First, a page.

Wednesday, September 23, 2009

Volcker on Financial Reform

by Calculated Risk on 9/23/2009 11:10:00 PM

Former Fed Chairman Paul Volcker testifies in front of the House Financial Services Committee at 9 AM ET on Thursday about financial reform.

For those interested, here is the webcast.

Here is his prepared statement. A few excerpts:

However well justified in terms of dealing with the extreme threats to the financial system in the midst of crisis, the emergency actions of the Federal Reserve, the Treasury, and ultimately the Congress to protect the viability of particular institutions – their bond holders and to some extent even their stockholders – have inevitably left an indelible mark on attitudes and behavior patterns of market participants.
• Will not the pattern of protection for the largest banks and their holding companies tend to encourage greater risk-taking, including active participation in volatile capital markets, especially when compensation practices so greatly reward short-term success?

• Are community or regional banks to be deemed “too small to save”, raising questions of competitive viability?

• Does not the extension of support to non-banks, and even to affiliates of commercial firms, undercut the banking/commerce divide, ultimately weakening the commercial banking system?

• Will not investors in money market mutual funds find reassurance in the fact that when push came to shove, the Treasury with an extreme interpretation of its authority, took action to preserve those funds ability to meet their declared commitment to pay their investors at par upon demand?
What all this amounts to is an unintended and unanticipated extension of the official “safety net”, an arrangement designed decades ago to protect the stability of the commercial banking system. The obvious danger is that with the passage of time, risk-taking will be encouraged and efforts at prudential restraint will be resisted. Ultimately, the possibility of further crises – even greater crises – will increase.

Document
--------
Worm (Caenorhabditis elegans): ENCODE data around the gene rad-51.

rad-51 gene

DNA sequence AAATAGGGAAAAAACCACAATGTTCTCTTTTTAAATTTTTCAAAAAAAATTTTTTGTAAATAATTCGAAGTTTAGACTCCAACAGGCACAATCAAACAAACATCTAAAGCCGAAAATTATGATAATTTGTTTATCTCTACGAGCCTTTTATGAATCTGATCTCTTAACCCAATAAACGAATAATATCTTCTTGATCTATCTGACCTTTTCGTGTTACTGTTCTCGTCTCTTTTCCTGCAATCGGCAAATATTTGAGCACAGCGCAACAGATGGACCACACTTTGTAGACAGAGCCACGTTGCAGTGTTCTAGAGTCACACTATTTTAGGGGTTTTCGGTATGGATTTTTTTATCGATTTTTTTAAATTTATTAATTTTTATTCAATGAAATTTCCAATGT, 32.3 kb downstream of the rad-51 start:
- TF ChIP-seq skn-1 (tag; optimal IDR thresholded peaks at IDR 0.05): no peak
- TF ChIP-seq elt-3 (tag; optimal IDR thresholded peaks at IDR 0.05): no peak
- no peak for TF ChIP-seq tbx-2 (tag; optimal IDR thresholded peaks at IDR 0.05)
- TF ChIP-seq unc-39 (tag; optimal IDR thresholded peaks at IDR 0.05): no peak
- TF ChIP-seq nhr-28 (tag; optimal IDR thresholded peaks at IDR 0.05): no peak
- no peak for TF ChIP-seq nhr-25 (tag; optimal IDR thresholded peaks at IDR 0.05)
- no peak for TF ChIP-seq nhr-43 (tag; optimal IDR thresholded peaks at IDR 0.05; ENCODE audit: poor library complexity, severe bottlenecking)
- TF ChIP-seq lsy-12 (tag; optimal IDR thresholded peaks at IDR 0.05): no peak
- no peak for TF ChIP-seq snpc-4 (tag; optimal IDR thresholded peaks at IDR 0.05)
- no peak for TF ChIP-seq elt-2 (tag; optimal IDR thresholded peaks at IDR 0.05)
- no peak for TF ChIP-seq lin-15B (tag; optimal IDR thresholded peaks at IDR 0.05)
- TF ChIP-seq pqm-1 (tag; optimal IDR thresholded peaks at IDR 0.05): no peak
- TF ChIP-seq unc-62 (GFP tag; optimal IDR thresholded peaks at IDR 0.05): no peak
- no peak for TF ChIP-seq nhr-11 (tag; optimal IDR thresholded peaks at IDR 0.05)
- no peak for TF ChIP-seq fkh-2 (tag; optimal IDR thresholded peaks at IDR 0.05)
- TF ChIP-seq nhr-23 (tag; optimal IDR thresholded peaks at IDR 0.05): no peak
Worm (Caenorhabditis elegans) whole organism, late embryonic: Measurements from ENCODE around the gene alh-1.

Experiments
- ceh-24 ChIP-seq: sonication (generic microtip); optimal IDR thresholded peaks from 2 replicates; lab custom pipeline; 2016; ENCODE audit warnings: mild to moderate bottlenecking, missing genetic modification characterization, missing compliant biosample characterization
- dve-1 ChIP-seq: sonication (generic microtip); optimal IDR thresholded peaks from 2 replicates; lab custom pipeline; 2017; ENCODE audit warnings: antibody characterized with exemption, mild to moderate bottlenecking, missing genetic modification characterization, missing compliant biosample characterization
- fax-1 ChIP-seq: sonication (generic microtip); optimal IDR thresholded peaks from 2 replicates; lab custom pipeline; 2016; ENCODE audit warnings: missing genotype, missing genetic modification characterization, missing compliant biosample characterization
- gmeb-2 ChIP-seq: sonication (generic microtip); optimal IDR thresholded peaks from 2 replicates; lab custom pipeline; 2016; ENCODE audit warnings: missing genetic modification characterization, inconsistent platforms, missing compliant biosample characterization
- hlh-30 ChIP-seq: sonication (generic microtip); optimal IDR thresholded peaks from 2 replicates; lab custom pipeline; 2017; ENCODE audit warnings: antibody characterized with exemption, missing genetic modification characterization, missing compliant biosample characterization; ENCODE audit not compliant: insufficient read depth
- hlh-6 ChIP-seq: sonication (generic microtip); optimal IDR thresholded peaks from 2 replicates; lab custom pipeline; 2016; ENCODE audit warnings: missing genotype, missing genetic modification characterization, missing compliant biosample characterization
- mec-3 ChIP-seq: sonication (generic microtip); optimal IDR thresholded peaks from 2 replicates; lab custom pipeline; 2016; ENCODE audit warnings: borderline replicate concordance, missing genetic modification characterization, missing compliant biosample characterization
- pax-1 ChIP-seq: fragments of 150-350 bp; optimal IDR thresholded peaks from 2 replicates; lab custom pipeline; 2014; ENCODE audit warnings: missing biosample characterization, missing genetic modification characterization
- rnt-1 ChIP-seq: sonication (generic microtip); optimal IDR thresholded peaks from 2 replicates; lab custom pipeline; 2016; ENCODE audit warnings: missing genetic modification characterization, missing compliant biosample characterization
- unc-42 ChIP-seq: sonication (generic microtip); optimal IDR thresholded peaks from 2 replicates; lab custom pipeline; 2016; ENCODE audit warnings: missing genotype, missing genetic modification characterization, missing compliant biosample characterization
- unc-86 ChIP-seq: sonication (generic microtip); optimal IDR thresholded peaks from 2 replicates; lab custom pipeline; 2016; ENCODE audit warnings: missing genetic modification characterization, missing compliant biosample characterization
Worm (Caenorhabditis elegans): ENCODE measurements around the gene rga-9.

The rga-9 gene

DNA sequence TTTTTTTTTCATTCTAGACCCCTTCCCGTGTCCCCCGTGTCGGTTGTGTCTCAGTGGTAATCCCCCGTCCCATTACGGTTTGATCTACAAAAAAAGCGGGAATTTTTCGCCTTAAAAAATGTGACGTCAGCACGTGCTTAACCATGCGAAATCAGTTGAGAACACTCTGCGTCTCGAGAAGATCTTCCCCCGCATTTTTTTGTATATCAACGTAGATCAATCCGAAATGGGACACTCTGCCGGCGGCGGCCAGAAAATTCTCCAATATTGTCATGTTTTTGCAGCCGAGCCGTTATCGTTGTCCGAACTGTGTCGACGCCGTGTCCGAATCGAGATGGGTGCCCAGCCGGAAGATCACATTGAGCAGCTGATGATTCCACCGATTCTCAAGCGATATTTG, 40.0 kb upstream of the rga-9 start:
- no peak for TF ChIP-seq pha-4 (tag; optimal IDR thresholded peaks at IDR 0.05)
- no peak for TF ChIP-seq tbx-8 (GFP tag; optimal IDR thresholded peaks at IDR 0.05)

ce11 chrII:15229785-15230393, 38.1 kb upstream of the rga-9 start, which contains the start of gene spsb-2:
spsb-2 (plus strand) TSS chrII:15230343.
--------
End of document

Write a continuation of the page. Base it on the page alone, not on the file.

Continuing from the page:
There is no easy answer, no one-size fits all contingencies. Experience, not only here but in every country with highly developed, inter-connected financial systems and institutions bears out one point. Governments are not willing to withhold financial and other support for failing institutions when there is a clear threat to the intertwined fabric of the financial system. What can be done is to put in place arrangements to minimize the extent of emergency intervention and to damp expectations of government “bailouts”.
Volcker goes on to disagree with the Treasury plan to name banks that are “systemically important” or "too big to fail".
Think of the practical difficulties of such designation. Can we really anticipate which institutions will be systemically significant amid the uncertainties in future crises and the complex inter-relationships of markets? Was Long Term Capital Management, a hedge fund, systemically significant in 1998? Was Bear Stearns, but not Lehman? How about General Electric’s huge financial affiliate, or the large affiliates of other substantial commercial firms? What about foreign institutions operating in the United States?

All hard questions. In practice the “border problem” seems intractable. In fair financial weather, the important institutions will feel competitively hobbled by stricter standards. In times of potential crisis, it would be the institution left out of the “too big to fail” club that will fear disadvantage.
Volcker argues for a more traditional approach that sounds like the return of Glass-Steagall.